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Ladybird Count

Age 5 to 7
Challenge Level

Ladybird Count

Some children were playing a game.

They collected cards with ladybirds on them.

Here are the cards they had at the end of the game:

 

Aisha:

3 ladybirds 3 ladybirds
1 ladybird no ladybirds

Ben:

2 ladybirds 1 ladybird
3 ladybirds 2 ladybirds

 

Carmel:

2 ladybirds 3 ladybirds
2 ladybirds 3 ladybirds

 

Danny:

no ladybirds no ladybirds
3 ladybirds 1 ladybird

 

Elaine:

1 ladybird 3 ladybirds
3 ladybirds 3 ladybirds

 

You could download and print out this sheet which shows all the children's cards.

What do you notice?

What questions would you like to ask?

Make a graph or picture to show how many ladybirds each child had. We would love to see your creations!

Why do this problem?

This problem offers children some raw data that they have not had to collect themselves. This has some advantages: you know that everyone has the same information without worrying about the accuracy of their recording methods. This means the focus can be analysis and representation rather than collection.

 

Possible approach

This activity featured in an NRICH Primary webinar in March 2021.
 
First, the children need to begin to make sense of the situation. It is probably helpful to ask them to think about the pictures using the 'What do you notice?' and 'What questions would you like to ask?' prompts. (You may find it useful to give out copies of this sheet, which shows pictures of all the children's cards.) Offer them plenty of opportunities to think, without insisting on quick answers.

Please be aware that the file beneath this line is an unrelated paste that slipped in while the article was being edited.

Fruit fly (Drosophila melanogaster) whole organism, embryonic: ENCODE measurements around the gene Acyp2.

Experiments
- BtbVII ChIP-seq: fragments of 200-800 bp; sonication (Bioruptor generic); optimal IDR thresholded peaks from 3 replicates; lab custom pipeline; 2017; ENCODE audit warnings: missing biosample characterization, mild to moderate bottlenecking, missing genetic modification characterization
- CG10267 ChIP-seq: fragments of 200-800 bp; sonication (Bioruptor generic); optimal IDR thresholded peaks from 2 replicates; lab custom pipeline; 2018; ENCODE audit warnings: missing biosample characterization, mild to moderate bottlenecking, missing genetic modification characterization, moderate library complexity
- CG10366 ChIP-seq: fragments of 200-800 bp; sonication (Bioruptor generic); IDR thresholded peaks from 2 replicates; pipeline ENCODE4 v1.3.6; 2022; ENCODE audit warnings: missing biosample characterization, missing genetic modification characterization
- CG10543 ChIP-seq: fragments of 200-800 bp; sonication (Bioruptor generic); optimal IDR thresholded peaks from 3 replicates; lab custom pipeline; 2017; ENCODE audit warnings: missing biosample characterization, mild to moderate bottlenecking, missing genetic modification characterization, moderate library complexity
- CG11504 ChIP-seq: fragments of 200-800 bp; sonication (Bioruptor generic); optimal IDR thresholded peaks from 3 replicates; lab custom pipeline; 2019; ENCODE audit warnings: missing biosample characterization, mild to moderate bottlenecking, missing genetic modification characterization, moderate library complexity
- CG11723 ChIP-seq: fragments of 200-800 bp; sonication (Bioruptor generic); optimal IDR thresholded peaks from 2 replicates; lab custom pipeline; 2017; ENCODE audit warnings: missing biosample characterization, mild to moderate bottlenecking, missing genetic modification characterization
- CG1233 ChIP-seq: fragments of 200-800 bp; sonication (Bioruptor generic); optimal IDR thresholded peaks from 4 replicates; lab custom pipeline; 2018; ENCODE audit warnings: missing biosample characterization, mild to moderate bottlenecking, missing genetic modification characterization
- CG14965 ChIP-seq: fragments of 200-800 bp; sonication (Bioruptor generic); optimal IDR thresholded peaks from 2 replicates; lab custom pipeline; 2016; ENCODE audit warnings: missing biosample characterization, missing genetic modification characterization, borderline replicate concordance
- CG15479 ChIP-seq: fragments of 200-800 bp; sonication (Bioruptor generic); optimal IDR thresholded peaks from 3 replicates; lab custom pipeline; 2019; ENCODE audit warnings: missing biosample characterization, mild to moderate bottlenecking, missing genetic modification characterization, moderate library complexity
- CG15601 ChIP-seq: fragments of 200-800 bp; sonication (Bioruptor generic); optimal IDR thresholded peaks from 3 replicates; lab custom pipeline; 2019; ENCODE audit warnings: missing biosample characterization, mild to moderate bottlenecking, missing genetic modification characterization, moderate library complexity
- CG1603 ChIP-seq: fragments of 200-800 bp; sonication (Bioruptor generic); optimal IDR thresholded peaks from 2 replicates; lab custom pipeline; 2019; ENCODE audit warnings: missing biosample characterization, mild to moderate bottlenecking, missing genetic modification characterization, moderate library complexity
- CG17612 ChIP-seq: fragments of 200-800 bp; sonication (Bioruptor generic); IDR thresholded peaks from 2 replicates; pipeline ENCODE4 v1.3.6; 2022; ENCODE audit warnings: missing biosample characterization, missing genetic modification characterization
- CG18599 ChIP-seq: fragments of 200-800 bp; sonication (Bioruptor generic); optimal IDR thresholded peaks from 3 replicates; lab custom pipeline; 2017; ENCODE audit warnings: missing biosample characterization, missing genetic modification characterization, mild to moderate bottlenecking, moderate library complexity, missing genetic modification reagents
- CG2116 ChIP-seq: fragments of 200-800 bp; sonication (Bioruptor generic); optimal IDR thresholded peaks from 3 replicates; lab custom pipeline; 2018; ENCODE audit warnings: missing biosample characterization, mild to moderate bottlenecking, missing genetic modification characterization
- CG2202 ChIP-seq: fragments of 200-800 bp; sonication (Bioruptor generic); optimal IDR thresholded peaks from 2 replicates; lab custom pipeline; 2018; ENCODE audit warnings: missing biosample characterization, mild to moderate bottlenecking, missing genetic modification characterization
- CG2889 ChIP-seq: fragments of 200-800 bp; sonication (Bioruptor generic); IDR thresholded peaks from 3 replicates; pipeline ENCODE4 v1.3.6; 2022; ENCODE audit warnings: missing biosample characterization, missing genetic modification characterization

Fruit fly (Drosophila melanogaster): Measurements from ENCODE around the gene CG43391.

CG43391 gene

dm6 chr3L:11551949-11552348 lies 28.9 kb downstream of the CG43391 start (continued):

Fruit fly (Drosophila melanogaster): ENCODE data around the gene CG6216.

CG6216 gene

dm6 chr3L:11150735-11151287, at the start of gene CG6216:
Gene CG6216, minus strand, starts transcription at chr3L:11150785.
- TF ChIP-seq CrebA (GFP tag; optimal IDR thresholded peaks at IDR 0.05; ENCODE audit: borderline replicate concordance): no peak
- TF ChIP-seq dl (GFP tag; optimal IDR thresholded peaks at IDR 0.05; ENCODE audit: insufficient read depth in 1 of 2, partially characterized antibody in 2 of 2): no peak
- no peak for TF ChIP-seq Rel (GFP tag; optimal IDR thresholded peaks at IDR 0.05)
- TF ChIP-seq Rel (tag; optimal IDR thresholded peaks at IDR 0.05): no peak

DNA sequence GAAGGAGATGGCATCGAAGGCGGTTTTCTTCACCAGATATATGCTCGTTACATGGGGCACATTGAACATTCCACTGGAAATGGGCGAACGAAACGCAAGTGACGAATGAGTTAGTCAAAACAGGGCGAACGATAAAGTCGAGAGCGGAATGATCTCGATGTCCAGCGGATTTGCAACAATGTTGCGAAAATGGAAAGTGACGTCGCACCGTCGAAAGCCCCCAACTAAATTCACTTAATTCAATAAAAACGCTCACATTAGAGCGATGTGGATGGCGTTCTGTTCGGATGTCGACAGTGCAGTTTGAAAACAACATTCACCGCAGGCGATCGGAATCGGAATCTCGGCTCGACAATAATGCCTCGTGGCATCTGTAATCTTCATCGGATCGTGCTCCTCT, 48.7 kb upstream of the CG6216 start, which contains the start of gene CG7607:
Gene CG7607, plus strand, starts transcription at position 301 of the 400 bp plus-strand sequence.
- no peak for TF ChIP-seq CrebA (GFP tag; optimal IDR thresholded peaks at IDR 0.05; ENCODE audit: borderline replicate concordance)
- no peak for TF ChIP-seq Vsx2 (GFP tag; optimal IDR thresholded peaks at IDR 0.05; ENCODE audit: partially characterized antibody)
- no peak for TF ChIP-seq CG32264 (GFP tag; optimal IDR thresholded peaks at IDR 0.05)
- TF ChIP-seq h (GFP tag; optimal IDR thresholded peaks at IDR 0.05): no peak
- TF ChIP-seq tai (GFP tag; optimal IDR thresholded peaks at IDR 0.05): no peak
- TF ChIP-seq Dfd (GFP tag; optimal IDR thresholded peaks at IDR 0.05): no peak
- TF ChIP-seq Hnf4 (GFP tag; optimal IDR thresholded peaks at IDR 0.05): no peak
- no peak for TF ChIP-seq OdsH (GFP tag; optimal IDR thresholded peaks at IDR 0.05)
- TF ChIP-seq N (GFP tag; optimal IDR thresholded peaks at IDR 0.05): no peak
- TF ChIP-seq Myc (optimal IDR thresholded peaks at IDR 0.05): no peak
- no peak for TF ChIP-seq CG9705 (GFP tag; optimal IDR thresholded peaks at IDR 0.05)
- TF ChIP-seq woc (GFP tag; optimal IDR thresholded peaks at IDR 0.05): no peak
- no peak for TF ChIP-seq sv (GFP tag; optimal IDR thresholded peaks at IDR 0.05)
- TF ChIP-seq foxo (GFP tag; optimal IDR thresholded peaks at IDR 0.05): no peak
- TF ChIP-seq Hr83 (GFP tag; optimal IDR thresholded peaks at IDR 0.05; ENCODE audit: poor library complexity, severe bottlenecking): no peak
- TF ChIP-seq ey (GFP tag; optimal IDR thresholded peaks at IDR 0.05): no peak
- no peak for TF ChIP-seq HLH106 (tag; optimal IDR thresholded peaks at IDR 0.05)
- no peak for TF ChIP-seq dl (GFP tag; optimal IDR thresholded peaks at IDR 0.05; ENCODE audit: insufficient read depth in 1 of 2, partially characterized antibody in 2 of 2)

After they have had this chance, find out their ideas. You will find that children's 'noticings' will be very varied, and try to welcome this individuality. Many comments may not be mathematical, but this does not matter at all at this stage. It is important that learners do not feel that there are right and wrong noticings, instead all their observations are valid.
 
You could create a list of their questions for all to see. You may find that the question of how many ladybirds each child has comes up naturally, but if not you can choose either to pursue one of the children's own questions, or pose that question yourself.
 
From this point the problem concentrates on how the data could be represented. Be prepared to consider a variety of responses: the solutions do not need to be bar charts or pictograms. Their suggestions will provide insights into the children's own methods of recording. Engaging in conversation with them about their representation may be essential and this is a great way to probe their previous experiences of handling and recording data.
 
The resulting representations would make a meaningful display.

 

Key questions

How many ladybirds does each child have?
How could you show that on a picture or chart?

 

Possible extension

Some children could be challenged to show the information in more than one way. They may even be able to articulate which representation they think is best and why. In addition, they may like to try to pose and answer their own question about the pictures. 

 

Possible support

Some children may prefer to represent their ideas using media other than paper, for example cubes, counters etc.